NTSB Identifies Three Factors to Reduce Gas Line Excavation Incidents

At last week's Damage Prevention Conference in Las Vegas, National Transportation Safety Board Chairman Mark V. Rosenker announced that the safety board has identified three key components to reducing pipeline and gas line excavation related incidents.

The event focused on reducing accidents involving buried pipelines, gas lines, and cables. Rosenker said improvements in practices with excavations and one-call notifications, along with faster damage reporting, will all make major contributions to pipeline safety.

Applauding the effectiveness of the 811 national one-call number, which has been promoted as the National Call-Before-You-Dig Number, Rosenker called for its continued promotion to encourage widespread use. He noted that of the 49,000 reported incidents of excavation damage to gas lines in 2006, one-call centers were not contacted in more than half of them. "There is no excuse for not calling the one-call before digging," Rosenker said.

Rosenker also highlighted the progress made in reporting practices that emerged from the recommendations the NTSB made after its investigation of a 1998 gas line accident in Minnesota that killed four and injured 11. There now are pipeline damage reporting best practices that advise excavators to immediately notify the pipeline operator if their work damages a pipeline, and to notify local authorities if the damage results in a release of natural gas or other hazardous substance.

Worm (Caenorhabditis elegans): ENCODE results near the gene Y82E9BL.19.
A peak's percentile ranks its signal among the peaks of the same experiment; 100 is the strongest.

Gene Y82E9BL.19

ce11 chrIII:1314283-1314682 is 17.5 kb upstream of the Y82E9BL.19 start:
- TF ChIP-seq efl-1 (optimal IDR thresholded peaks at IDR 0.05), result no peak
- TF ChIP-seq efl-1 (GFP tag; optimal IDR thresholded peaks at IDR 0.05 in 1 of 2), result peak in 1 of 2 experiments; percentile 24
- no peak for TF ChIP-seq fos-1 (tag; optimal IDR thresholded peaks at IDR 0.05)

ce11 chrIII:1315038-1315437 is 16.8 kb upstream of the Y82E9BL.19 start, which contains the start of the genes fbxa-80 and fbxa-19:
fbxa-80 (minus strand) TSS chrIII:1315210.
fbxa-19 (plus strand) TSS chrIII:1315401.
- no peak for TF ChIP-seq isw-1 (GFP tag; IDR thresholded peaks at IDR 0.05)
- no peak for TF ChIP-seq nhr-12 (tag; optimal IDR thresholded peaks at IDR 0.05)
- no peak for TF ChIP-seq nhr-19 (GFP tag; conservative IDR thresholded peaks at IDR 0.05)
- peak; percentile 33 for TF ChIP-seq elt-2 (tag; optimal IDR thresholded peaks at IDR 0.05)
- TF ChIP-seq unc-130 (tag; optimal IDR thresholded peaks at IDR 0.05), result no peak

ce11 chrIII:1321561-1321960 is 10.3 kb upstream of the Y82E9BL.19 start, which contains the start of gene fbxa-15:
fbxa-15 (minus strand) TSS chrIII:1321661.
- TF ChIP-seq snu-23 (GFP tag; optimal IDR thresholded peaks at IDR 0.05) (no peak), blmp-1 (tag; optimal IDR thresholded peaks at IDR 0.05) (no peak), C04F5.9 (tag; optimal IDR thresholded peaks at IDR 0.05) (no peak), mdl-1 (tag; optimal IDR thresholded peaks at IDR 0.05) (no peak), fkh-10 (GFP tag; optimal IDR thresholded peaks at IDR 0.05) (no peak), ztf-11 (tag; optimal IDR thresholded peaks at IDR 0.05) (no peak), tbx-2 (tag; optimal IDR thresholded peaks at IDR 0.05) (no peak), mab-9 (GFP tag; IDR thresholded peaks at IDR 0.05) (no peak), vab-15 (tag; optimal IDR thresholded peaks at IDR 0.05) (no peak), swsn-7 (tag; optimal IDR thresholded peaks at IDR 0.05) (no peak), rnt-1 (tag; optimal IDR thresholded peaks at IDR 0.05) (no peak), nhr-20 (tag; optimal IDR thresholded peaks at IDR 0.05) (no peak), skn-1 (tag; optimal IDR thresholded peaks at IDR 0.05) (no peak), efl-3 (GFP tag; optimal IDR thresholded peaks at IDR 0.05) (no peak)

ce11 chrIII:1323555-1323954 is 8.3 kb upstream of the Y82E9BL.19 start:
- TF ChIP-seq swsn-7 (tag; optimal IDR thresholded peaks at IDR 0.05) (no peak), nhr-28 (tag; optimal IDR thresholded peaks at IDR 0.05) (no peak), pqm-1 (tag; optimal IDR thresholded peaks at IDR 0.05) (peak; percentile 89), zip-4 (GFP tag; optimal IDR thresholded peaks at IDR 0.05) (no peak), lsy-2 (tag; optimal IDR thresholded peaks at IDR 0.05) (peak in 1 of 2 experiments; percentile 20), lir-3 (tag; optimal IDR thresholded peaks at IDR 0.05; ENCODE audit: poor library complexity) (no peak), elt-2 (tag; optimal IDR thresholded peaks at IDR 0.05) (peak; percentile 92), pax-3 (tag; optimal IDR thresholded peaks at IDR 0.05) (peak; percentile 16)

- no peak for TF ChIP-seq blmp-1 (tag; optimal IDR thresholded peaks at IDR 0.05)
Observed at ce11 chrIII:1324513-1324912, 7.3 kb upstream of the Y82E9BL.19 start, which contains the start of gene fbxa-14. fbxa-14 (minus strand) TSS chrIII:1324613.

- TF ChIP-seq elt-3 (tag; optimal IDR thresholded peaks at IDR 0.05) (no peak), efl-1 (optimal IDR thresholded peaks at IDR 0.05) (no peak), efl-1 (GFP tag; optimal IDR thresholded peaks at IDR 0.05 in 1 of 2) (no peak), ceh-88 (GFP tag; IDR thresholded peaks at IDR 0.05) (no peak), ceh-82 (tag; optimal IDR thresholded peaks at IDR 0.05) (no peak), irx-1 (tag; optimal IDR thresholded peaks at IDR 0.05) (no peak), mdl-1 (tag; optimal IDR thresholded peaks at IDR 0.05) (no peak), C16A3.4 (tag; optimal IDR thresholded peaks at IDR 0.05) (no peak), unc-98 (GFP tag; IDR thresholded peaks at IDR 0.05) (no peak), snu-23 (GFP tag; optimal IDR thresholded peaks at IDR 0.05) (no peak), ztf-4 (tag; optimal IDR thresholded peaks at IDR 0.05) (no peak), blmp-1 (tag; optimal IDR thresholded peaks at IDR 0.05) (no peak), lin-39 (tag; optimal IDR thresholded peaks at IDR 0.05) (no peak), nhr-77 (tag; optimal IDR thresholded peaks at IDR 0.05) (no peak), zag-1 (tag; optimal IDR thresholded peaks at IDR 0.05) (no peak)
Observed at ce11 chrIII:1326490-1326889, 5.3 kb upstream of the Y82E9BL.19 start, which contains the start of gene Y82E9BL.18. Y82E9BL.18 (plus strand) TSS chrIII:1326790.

Rosenker concluded his remarks by talking about the challenges facing those involved in excavations in an environment made increasingly complex by a growing web of underground facilities. "Today, there are more people, more homes, more schools, more businesses and more underground facilities. Nevertheless, excavation damage is preventable. We must be more vigilant than ever before," he said.

The full text of Rosenker's speech is available at www.ntsb.gov/speeches/rosenker/mvr071206.html.

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  • OHS Magazine Digital Edition - January 2019

    January 2019

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